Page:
Consultant’s claim for $1.2M from housing crisis emergency funds ‘outrageous and disappointing’ says Cat Lake First Nation

Cat Lake

The Cat Lake First Nation says it has no plans to pay a consultant more than $1.2 million for his part in securing federal funds for the community to address its housing and health crises.

In a press release issued Thursday, the First Nation, located 600 kilometres north of Thunder Bay, calls consultant Jerry Paulin’s claim he is owed more than a million dollars “outrageous and disappointing”.

Paulin, who owns Thunder Bay consulting firm Windsun Energy Corp., was quoted in a March 31 Globe and Mail article saying he signed a contract with the band in November 2017 that entitles him to “10 per cent of all new monies brought into Cat Lake,” and that Cat Lake’s new chief and council has indicated it will not honour that agreement.

In January the First Nation declared a state of emergency due to the prevalence of mould in most of the community’s 124 homes, and a because of the health crisis leaders say is impacting more than 60 families.

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APTN News visited the Ojibway community in March, two weeks after Indigenous Services Minister Seamus O’Regan signed an interim agreement with band leadership promising $10 million to provide 15 new homes, repairs or renovations to 21 others, and 10 portable units for families to stay while their homes are being built or fixed.

A final agreement signed March 14 raised that sum to $12.8 million to cover the costs of the promised relief.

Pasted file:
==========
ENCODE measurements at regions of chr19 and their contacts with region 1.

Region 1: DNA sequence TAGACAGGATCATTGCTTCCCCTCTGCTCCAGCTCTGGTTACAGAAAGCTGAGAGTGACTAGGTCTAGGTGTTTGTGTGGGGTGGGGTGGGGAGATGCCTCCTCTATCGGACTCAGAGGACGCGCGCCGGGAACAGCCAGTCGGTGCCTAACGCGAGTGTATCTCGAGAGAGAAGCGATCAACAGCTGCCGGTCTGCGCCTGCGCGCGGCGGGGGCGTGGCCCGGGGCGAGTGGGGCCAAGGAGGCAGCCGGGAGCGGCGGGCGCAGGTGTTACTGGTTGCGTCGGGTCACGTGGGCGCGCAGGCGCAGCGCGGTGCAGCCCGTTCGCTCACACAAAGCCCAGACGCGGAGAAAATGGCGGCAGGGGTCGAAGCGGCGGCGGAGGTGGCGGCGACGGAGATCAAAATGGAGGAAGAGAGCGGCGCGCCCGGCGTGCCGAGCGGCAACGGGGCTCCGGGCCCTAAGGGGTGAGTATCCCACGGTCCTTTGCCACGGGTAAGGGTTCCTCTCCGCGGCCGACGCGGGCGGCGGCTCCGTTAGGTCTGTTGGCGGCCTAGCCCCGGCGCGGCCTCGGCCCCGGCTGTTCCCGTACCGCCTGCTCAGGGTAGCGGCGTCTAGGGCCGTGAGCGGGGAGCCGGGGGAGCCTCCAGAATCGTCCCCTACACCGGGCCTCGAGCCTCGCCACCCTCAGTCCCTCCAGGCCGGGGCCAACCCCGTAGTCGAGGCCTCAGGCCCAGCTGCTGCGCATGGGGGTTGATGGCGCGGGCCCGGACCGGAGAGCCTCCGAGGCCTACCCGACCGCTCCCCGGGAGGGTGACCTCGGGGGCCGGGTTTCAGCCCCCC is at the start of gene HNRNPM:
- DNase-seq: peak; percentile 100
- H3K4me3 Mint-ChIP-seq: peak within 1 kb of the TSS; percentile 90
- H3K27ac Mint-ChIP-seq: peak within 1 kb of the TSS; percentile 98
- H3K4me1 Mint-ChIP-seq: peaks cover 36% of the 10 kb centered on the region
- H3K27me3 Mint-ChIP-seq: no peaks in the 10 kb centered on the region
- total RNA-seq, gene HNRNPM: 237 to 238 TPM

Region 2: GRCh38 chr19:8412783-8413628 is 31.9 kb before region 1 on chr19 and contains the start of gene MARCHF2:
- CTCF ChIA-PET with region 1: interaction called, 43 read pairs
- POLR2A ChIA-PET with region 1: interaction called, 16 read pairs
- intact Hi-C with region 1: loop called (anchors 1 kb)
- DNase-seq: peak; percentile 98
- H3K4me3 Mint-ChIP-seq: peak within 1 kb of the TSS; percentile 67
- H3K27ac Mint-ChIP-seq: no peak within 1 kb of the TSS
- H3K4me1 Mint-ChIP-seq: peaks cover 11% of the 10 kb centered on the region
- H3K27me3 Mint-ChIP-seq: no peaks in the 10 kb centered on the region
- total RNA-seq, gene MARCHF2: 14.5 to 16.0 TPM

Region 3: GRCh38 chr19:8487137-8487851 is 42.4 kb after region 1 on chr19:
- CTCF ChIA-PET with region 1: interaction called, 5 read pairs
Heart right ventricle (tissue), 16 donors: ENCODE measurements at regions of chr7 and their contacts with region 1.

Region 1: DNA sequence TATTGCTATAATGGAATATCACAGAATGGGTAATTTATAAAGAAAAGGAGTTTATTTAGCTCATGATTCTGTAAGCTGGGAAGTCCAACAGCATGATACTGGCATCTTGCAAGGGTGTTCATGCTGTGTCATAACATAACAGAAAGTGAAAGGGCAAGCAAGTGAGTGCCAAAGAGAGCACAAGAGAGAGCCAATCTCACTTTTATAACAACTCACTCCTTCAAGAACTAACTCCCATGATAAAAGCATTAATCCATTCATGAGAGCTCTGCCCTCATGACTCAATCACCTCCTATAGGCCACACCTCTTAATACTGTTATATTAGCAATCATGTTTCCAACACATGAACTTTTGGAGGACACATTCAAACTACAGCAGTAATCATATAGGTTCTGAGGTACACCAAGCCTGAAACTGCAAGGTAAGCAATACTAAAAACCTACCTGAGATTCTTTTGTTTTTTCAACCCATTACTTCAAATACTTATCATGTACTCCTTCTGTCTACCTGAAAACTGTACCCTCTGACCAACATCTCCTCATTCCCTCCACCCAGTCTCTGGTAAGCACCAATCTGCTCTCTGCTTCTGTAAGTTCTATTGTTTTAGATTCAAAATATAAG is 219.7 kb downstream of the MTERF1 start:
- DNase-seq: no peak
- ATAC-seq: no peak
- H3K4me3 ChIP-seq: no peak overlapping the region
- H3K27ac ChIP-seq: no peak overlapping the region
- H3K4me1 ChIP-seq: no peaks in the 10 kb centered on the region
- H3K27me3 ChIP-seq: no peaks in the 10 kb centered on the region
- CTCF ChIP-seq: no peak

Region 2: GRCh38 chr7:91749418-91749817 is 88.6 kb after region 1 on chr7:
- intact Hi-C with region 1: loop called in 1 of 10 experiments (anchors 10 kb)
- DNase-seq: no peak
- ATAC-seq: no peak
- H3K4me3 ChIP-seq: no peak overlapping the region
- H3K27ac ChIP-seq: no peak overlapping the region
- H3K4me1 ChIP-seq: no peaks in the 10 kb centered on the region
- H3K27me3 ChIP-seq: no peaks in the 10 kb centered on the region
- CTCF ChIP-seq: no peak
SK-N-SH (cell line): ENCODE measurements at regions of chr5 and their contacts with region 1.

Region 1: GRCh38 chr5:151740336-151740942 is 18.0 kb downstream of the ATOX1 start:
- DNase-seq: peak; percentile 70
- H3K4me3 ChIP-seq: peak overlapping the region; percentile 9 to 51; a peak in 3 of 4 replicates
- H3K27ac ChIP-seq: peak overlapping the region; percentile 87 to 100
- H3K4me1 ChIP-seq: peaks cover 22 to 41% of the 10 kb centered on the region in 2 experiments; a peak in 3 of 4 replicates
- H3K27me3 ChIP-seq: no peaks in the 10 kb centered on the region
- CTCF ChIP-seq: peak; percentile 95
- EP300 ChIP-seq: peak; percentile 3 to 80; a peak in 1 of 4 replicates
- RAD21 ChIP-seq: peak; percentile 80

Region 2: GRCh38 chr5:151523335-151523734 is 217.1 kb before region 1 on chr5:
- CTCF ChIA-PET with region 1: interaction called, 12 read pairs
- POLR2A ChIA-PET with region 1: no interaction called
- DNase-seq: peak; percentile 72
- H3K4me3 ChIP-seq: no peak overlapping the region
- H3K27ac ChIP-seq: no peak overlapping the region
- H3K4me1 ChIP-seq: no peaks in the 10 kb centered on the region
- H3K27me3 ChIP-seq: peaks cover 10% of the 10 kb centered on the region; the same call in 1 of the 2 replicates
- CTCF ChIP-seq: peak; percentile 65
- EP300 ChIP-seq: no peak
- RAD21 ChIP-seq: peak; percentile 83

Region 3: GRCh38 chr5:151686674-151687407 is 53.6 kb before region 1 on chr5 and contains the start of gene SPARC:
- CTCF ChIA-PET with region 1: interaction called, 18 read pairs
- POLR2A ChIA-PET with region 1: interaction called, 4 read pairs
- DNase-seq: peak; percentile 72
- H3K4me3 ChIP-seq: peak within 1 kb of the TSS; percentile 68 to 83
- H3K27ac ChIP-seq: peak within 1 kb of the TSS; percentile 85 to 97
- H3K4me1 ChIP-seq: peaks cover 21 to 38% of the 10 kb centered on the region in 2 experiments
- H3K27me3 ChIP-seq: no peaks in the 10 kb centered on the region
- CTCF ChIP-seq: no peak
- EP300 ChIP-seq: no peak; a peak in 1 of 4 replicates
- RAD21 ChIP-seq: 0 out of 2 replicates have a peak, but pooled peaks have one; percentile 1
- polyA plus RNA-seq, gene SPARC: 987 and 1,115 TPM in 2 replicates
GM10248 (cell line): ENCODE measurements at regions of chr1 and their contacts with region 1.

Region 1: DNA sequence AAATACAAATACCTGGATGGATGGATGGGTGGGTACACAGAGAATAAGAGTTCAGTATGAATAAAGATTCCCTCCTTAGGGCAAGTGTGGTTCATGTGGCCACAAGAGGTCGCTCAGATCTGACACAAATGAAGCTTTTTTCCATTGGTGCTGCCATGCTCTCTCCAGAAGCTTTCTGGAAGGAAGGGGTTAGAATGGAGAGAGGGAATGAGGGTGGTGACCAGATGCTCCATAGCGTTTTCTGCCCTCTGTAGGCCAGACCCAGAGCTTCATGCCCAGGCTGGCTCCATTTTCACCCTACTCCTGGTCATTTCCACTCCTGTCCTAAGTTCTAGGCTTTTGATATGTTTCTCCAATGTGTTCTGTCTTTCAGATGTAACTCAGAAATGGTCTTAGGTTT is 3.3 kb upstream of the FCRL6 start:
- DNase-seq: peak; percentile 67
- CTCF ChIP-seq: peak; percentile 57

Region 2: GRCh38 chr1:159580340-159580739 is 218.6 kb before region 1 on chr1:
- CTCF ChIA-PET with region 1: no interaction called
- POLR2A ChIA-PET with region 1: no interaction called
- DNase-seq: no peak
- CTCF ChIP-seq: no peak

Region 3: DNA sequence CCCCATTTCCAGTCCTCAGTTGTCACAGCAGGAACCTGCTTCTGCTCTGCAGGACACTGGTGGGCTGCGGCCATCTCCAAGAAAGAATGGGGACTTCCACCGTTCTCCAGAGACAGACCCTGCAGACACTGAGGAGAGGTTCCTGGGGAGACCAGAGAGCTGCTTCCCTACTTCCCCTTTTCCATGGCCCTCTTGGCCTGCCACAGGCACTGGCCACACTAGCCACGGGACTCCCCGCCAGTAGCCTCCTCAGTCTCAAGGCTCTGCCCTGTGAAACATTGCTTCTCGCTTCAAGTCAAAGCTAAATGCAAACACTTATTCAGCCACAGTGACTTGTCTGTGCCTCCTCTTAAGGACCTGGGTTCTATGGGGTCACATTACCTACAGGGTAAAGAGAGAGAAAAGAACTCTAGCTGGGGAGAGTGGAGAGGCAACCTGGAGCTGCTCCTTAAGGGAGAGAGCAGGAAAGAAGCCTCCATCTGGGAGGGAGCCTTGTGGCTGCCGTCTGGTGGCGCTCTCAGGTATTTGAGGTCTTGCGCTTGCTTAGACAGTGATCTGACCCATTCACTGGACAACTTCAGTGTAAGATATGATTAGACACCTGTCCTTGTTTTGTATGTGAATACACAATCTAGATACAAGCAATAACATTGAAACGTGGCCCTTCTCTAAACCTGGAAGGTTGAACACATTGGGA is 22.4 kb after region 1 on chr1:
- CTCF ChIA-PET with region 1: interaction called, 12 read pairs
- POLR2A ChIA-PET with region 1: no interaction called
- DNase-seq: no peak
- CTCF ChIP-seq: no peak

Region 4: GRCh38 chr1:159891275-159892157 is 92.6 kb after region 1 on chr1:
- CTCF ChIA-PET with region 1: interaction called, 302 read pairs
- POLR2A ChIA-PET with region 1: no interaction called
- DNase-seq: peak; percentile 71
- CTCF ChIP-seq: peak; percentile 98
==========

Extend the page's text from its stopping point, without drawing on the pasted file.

Despite the agreement, APTN learned that not only will the agreement leave some families living in unsafe conditions, but that Canada withheld funds to complete already in-progress constructions because the band was late delivering its financial statements.

Now, with money coming to help some families, Paulin says his job is done and he is owed the $1.28 million.

Cat Lake

On Thursday he told APTN the situation is “awful,” and that he has been advised not to comment on the matter.

Paulin did say, though, “I have worked long and hard for Cat Lake and many members and Elders have contacted me to offer their support.”

He also confirmed he is no longer under contract with Cat Lake.

Chief Matthew Keewaykapo said in a written statement Thursday that he believes Paulin, who has spoken with CBC about the ordeal and reportedly provided the Globe with a copy of the contract, is using the media to pressure the First Nation to pay up.

“The idea that Jerry Paulin or any consultant expects to get a million-dollar windfall out of money that we desperately need for houses for Cat Lake families is atrocious,” the chief said in his statement.

“Jerry Paulin knows the desperate state of our housing situation. His claims for this huge payout are demeaning to all the families who are suffering in Cat Lake.”

Cat Lake

Keewaykapow says in Thursday’s statement that Cat Lake’s relationship with Paulin ended in February 2019 and that Paulin was not responsible for securing the federal funding for the community.

“Cat Lake has been working with Canada on our housing mould issues since 1997, long before this consultant was ever in Cat Lake,” says Keewaykapow.

Despite the dispute over how the funding was secured, and related to the amount, if any, owing to Paulin, Keewaykapo says the band is considering paying the consultant a presently undisclosed amount of money for his work for the community, but from a source other than the housing funds.




Video Journalist / Thunder Bay

Willow is an Oji-Cree Anishinabe from Sandy Lake First Nation. Her background is in print journalism and she studied multimedia before entering broadcast news . She is passionate about the stories of the Anishinabe in northwestern Ontario, particularly in the remote north.